Burns: JHA board needs to take stand on public housing transformation plan

Calls for resolution in support of downsizing, against building elsewhere

EBENSBURG, Aug. 1 – Saying it’s a simple request to fulfill on behalf of a concerned public, state Rep. Frank Burns wants the Johnstown Housing Authority board of commissioners to approve a resolution guaranteeing any “transformation” of public housing will include downsizing from 1,900 units -- and that any new units will not be built elsewhere in Cambria County.

Burns, D-Cambria, made his request in a letter to JHA board Chairman Charles Arnone, noting that Arnone – along with fellow commissioners David Vitovich, Angela Reed, Darlette Haselrig and John Slezak – are the ones directly responsible for operating the JHA and charting its course.

You as a five-member board - not executive director Mike Alberts, not HUD, not Johnstown city officials and certainly not consultant Matt Ward- are in charge of public housing in Cambria County.

“You set policy and approve all contracts. You have the power to say what will and will not happen under any JHA transformation plan - including the power to decide if there will be any transformation plan at all.

“It’s time for you, as a board, to take a stand and let the public know what direction you intend to take this $50 million initiative should you get that HUD money. You can easily do that – and let the public and HUD know your intentions – by passing an official resolution stating the parameters of any transformation.”

Burns said the collapse of a single ceiling at the Prospect public housing complex has morphed within months into a controversial mass evacuation of that 110-unit community; the possibility of a far-reaching complete redo that includes the Prospect, Oakhurst and Coopersdale public housing complexes; pursuit of a $500,000 HUD planning grant as a precursor to getting a $50 million HUD housing implementation grant; solicitation of support from  Gov. Josh Shapiro for that effort; and the recent revelation that Mark Pasquerilla-affiliated consultant Matt Ward has been the point man on interactions between the JHA and HUD.

“Nowhere in that mix have we heard much if anything, from the board members who have ultimate say on what happens at the Johnstown Housing Authority,” Burns said. “They should be front and center in steering this ship, not napping or playing cards below deck as someone else mans the helm.”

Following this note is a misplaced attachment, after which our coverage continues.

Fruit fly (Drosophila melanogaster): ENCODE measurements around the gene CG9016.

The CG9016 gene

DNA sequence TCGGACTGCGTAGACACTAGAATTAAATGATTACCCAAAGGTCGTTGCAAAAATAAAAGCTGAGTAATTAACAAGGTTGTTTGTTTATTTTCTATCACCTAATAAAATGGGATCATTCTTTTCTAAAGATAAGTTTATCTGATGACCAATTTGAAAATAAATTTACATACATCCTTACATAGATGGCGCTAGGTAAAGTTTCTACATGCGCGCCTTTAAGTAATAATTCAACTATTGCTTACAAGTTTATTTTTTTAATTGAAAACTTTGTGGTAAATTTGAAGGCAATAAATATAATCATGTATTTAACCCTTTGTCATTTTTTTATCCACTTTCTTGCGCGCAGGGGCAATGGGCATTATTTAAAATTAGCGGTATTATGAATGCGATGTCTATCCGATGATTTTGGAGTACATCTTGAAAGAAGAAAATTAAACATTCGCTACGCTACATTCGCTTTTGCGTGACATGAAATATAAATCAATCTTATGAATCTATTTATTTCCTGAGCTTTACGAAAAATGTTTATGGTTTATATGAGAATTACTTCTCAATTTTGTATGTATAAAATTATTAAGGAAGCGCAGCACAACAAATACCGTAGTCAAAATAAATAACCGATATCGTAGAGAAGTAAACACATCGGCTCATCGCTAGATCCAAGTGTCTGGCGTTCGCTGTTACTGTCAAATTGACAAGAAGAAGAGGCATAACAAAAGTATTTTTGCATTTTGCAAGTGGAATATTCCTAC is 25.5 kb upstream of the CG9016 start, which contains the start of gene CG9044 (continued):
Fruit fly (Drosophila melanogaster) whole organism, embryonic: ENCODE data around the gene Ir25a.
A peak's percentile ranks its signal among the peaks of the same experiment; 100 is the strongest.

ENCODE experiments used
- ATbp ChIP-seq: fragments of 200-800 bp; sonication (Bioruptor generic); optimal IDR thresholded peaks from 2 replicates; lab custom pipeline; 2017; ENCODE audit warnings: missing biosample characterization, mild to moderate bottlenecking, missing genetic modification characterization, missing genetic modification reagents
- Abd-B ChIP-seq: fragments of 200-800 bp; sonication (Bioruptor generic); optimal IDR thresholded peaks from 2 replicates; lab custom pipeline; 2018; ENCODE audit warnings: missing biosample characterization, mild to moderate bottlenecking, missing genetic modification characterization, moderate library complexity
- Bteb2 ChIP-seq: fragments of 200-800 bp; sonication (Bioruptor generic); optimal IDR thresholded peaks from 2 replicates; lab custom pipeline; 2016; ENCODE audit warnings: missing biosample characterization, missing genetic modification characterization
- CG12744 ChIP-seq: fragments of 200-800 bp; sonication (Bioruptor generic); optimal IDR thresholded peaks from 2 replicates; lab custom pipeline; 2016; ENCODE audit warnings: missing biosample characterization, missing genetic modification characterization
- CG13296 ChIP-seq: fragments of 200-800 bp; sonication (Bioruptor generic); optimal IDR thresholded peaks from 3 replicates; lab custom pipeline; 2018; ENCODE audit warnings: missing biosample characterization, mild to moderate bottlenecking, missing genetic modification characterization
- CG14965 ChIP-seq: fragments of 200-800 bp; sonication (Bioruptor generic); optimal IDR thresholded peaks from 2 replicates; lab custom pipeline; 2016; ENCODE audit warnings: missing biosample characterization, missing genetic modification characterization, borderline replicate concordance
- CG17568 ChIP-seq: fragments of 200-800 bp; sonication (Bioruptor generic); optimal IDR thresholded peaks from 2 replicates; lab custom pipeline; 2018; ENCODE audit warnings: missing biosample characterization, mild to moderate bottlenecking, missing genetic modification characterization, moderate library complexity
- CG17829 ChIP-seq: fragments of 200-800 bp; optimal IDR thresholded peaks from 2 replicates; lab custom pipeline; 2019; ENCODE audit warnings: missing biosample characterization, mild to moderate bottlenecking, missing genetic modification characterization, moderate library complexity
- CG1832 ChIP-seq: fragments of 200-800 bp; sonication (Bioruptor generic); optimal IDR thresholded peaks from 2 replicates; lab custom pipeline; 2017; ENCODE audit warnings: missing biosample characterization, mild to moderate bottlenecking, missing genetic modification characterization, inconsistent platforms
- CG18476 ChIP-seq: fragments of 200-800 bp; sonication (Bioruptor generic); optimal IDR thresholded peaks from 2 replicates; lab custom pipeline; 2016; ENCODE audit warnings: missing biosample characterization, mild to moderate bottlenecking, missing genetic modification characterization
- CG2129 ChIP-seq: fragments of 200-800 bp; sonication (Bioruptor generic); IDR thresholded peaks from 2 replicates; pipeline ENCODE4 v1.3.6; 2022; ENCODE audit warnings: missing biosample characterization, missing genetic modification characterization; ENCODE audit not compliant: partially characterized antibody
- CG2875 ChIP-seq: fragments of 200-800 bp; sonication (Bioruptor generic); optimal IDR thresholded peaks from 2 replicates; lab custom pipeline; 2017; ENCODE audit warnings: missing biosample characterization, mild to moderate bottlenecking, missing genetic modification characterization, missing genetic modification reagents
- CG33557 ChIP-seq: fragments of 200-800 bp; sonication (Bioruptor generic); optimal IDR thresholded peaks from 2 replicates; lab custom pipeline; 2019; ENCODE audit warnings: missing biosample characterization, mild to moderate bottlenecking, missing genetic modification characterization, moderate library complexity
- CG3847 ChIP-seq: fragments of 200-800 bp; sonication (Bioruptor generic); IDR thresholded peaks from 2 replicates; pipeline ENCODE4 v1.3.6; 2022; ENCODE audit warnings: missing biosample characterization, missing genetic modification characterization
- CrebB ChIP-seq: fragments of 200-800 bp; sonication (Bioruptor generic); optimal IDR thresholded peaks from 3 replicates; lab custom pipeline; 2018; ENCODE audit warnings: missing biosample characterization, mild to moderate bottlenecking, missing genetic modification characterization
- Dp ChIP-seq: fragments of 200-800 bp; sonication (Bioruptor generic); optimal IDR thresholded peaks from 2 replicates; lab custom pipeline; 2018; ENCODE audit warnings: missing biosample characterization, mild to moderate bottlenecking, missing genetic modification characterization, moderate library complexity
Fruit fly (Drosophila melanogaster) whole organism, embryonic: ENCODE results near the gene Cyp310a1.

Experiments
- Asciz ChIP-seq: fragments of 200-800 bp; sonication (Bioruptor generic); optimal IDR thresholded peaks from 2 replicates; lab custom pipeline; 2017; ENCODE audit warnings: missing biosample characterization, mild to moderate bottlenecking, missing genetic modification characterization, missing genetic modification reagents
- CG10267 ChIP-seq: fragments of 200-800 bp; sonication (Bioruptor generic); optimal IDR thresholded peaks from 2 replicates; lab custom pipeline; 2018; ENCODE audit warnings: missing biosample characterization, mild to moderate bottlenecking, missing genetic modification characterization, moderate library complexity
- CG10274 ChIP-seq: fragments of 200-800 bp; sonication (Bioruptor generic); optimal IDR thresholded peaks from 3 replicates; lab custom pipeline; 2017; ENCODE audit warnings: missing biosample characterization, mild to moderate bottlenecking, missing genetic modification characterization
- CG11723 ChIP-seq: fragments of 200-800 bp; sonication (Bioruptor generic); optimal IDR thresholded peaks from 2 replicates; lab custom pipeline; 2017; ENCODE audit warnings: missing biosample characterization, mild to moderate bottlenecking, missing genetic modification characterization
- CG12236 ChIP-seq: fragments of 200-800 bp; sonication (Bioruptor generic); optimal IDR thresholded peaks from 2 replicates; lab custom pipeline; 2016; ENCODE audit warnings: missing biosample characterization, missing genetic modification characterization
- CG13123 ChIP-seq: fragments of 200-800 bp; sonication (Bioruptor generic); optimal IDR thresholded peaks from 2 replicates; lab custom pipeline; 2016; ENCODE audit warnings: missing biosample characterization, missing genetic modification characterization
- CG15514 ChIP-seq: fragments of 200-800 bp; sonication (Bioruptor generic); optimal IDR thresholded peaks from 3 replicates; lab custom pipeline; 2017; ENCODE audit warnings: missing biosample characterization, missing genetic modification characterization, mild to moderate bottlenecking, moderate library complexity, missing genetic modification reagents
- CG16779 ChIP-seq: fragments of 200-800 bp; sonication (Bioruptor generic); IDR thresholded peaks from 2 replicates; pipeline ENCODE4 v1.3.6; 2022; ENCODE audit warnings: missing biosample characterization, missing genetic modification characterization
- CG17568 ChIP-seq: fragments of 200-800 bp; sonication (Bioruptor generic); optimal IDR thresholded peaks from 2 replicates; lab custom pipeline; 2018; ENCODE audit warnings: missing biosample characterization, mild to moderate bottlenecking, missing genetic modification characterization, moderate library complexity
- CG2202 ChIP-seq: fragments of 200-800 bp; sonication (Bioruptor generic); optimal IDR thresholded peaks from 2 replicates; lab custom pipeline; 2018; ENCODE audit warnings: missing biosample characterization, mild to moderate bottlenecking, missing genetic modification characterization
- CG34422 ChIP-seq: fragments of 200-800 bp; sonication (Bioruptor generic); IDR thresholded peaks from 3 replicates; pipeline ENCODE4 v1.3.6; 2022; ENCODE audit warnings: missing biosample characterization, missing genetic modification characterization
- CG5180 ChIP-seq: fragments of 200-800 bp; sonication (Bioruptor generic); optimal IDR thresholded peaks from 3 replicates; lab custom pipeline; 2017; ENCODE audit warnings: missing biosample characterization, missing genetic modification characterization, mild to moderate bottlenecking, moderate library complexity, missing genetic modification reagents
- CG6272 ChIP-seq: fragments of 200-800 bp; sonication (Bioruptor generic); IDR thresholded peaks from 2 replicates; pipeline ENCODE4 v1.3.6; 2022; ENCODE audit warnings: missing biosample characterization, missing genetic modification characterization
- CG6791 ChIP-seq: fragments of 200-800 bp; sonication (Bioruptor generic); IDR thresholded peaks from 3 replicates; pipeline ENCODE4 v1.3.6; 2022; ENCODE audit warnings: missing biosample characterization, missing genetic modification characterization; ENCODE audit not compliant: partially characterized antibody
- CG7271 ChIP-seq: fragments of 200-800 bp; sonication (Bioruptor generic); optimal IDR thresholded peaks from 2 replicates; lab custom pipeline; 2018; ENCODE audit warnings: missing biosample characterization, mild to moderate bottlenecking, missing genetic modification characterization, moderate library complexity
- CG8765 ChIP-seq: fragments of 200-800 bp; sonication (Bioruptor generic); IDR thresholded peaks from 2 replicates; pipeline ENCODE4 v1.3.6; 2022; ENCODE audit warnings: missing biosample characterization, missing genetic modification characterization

Burns said HUD emails he obtained from a Freedom of Information Act request made crystal-clear that, “HUD provides funding, conducts program monitoring, and provides technical guidance on HUD programs and regulations to the Johnstown Housing Authority … And we can clarify that we don’t own any of the housing or directly manage it.”

Burns said those emails effectively debunked the position put forth by one JHA board member who said, “HUD calls all the shots.”

Burns said his prior request that the JHA discuss the potential impact of an “equity plan” being promoted by Biden administration has gone unheeded. In it, Burns pointedly asked, “Would any HUD-funded new or replacement housing be constructed in Johnstown, where all its (JHA) major family public housing communities such as Prospect are currently located, or could they be built in municipalities outside the city, such as Westmont, Upper Yoder, Richland or Ebensburg?”

Assessing the goal of his most recent letter, Burns provided this further illumination:

“The JHA board of commissioners, who are unpaid public officials appointed by the city, have autonomy and could put this to matter to bed simply by stating, ‘As part of any transformation plan, we are going to reduce the number of public housing units to a specific number, and we are going to build them at these locations.’ They don’t – and shouldn’t – need a task force or anyone else to tell them what to do.

“These five people are the ones running the Johnstown Housing Authority, and they shouldn’t be hiding behind a task force when it comes to determining what needs to be done – and where they intend to do it.”

Since February, Burns has called for the JHA – which has five times as many public housing units as comparably-sized cities – to tear down excess public housing to match true local need.